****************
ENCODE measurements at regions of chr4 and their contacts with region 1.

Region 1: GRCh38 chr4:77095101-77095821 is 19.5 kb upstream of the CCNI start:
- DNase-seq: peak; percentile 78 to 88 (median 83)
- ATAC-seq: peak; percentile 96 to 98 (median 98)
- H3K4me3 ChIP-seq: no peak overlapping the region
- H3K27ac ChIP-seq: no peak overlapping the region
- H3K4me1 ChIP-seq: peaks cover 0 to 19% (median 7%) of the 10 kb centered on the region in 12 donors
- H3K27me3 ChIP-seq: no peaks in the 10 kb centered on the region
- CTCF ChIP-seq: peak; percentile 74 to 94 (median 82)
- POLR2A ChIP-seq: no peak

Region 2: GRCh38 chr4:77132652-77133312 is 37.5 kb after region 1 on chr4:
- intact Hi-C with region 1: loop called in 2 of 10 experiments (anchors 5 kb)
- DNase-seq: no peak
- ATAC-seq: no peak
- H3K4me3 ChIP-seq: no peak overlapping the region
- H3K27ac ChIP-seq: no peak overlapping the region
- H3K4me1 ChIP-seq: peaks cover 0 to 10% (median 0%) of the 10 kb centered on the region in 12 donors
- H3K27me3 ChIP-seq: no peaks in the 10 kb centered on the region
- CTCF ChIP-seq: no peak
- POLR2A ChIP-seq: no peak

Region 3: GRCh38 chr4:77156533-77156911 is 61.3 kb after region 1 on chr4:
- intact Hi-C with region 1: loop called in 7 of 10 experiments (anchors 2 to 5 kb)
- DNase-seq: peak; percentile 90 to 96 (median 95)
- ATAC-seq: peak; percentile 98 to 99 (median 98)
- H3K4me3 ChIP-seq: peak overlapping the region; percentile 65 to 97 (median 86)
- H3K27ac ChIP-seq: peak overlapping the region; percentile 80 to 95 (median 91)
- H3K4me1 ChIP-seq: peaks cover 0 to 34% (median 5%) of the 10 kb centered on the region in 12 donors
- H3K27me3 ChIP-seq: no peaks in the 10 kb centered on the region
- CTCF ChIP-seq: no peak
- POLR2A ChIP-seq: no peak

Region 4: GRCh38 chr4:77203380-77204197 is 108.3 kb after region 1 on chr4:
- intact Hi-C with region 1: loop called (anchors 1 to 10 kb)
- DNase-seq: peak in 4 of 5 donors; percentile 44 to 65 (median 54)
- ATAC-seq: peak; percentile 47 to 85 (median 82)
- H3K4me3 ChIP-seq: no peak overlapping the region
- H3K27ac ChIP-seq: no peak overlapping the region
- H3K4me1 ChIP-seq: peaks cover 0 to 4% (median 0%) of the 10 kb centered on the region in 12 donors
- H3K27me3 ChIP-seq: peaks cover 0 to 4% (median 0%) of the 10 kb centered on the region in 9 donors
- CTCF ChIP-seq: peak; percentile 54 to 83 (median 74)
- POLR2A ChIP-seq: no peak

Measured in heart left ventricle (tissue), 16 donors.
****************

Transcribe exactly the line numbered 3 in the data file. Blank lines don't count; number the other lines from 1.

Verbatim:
- DNase-seq: peak; percentile 78 to 88 (median 83)